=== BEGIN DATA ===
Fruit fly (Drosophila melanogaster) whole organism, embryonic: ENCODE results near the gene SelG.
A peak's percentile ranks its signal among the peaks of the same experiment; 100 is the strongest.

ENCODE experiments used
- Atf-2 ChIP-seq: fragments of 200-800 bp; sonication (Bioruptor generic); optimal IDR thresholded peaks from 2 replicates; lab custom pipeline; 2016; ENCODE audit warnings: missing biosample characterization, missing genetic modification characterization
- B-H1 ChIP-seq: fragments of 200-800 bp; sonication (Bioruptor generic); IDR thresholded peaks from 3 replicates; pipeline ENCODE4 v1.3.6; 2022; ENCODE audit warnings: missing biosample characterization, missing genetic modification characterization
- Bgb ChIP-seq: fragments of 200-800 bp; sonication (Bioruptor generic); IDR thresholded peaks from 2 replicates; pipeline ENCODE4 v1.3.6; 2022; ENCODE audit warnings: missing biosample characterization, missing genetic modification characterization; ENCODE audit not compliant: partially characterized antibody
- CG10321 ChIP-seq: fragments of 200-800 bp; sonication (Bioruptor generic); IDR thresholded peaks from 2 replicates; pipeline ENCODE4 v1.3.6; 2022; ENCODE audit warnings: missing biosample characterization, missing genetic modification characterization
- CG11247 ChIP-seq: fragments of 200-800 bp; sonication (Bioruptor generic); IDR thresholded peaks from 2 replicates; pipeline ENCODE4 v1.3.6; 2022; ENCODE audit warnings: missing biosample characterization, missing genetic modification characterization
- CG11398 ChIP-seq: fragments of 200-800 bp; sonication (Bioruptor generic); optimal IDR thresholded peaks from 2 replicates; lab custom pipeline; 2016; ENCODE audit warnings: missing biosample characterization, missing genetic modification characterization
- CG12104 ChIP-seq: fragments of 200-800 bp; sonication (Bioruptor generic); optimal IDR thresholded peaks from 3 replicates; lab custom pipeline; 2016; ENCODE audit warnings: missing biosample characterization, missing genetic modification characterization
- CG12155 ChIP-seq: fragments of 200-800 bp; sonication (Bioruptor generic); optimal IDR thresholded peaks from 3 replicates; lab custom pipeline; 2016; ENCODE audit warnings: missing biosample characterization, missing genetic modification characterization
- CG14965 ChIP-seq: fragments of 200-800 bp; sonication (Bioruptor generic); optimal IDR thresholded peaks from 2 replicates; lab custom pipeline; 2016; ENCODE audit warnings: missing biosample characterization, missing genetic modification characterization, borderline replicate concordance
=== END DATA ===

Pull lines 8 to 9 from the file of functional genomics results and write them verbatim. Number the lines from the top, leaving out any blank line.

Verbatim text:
- CG11247 ChIP-seq: fragments of 200-800 bp; sonication (Bioruptor generic); IDR thresholded peaks from 2 replicates; pipeline ENCODE4 v1.3.6; 2022; ENCODE audit warnings: missing biosample characterization, missing genetic modification characterization
- CG11398 ChIP-seq: fragments of 200-800 bp; sonication (Bioruptor generic); optimal IDR thresholded peaks from 2 replicates; lab custom pipeline; 2016; ENCODE audit warnings: missing biosample characterization, missing genetic modification characterization